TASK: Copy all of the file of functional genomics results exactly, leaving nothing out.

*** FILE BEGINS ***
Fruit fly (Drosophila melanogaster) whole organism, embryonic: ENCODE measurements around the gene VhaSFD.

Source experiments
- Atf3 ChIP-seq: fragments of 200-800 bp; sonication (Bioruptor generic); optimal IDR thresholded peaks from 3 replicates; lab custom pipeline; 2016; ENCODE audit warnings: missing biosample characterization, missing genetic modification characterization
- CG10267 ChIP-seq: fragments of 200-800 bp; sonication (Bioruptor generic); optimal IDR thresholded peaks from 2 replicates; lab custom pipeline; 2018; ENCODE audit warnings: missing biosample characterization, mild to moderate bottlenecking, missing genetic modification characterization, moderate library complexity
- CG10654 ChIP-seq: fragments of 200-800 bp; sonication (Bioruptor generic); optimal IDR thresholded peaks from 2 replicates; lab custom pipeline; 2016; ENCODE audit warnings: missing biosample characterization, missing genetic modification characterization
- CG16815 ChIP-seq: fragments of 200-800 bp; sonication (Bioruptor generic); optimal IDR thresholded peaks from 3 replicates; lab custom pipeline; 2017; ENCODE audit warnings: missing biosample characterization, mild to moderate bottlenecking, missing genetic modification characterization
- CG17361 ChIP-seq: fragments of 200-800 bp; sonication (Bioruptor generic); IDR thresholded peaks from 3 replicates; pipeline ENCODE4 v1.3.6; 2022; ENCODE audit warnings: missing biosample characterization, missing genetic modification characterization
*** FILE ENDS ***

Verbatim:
Fruit fly (Drosophila melanogaster) whole organism, embryonic: ENCODE measurements around the gene VhaSFD.

Source experiments
- Atf3 ChIP-seq: fragments of 200-800 bp; sonication (Bioruptor generic); optimal IDR thresholded peaks from 3 replicates; lab custom pipeline; 2016; ENCODE audit warnings: missing biosample characterization, missing genetic modification characterization
- CG10267 ChIP-seq: fragments of 200-800 bp; sonication (Bioruptor generic); optimal IDR thresholded peaks from 2 replicates; lab custom pipeline; 2018; ENCODE audit warnings: missing biosample characterization, mild to moderate bottlenecking, missing genetic modification characterization, moderate library complexity
- CG10654 ChIP-seq: fragments of 200-800 bp; sonication (Bioruptor generic); optimal IDR thresholded peaks from 2 replicates; lab custom pipeline; 2016; ENCODE audit warnings: missing biosample characterization, missing genetic modification characterization
- CG16815 ChIP-seq: fragments of 200-800 bp; sonication (Bioruptor generic); optimal IDR thresholded peaks from 3 replicates; lab custom pipeline; 2017; ENCODE audit warnings: missing biosample characterization, mild to moderate bottlenecking, missing genetic modification characterization
- CG17361 ChIP-seq: fragments of 200-800 bp; sonication (Bioruptor generic); IDR thresholded peaks from 3 replicates; pipeline ENCODE4 v1.3.6; 2022; ENCODE audit warnings: missing biosample characterization, missing genetic modification characterization